National Health IT Week celebrates the power of Health Information Technology to improve the health and healthcare of patients across the nation. The advantages and disadvantages of technology such as Electronic Health Record (EHR) systems have been discussed since 2009 with the passage of the Health Information Technology for Economic and Clinical Health (HITECH) Act. Similarly, Clinical Decision Support Systems (CDSS) encompass a variety of tools that use patient-specific information to enhance decision-making in the clinical workflow. While having access to CDSS should improve health outcomes, however, it can also create the opposite effect. If the design does not take into account the engineering principles of usability, this may result in a poorly functioning program that could lead to impediment of workflow and technology-induced errors.
This is apparent with mobile health applications, a form of CDSS. A new UC San Francisco study revealed “nearly every participant who used health apps could not get to a productive point. The respondents also were able to complete just 51 percent of data entry tasks and just 43 percent of them could access data from the tools.”1 Another prime example is the use of EHR systems that commonly include automated pop-up alerts. Ideally, these pop-up alerts warn the provider of possible dangers/interactions and help improve patient safety. However, the reality is that too many alerts is synonymous to the “boy who cried wolf” and inevitably lead to alert fatigue. Though it is difficult to gauge the impact of these alerts on patient care, it is safe to say that they can cause more harm than good (i.e. over 74% of life threatening reactions with definite allergen and prescribe medication matches were overridden2).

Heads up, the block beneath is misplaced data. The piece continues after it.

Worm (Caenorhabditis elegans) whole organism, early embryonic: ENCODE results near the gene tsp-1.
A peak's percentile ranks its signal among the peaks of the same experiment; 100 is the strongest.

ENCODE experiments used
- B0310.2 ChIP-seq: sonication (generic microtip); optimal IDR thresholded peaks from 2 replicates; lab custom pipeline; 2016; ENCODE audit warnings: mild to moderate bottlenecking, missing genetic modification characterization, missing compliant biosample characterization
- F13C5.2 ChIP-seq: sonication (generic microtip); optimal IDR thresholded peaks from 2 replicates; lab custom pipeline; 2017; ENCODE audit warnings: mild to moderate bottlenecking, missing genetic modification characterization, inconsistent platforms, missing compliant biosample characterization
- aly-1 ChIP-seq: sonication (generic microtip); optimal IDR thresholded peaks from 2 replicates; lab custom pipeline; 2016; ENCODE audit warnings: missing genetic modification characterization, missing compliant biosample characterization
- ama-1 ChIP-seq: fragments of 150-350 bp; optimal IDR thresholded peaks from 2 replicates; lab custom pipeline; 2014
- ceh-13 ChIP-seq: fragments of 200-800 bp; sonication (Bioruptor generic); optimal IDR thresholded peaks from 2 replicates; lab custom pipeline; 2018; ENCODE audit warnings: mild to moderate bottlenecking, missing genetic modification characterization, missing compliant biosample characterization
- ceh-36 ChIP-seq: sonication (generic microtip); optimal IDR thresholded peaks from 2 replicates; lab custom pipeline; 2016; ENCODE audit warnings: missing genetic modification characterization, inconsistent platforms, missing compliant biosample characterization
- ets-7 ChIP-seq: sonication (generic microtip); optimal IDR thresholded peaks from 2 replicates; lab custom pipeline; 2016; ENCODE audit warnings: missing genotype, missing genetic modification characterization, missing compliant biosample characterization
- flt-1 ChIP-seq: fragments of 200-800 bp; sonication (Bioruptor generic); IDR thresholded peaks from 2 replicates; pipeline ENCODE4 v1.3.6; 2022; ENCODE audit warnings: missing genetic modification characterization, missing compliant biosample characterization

But on the bright side, the importance of usability for CDSS is on the radar of healthcare systems. Ultimately, this stems from the result of clinicians devising workarounds to fit the system rather than the system fitting and assisting the end-users (Table 1).
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Table 1: Common usability problems related to CDSS, workarounds that clinicians devise to complete a task and recommendations for correction.3
Though EHR and CDSS usability is nowhere near the user experience of consumer products, the strive for improvements are nonetheless welcomed. Given time, and enough feedbacks from stakeholders such as physicians, pharmacists and patients, CDSS can prove to be useful rather than intrusive. The potential for computers to add value by providing decision-support at the point of care is undebatable. It is this area of Health Informatics that has the prospect to revolutionize medicine and the delivery of healthcare.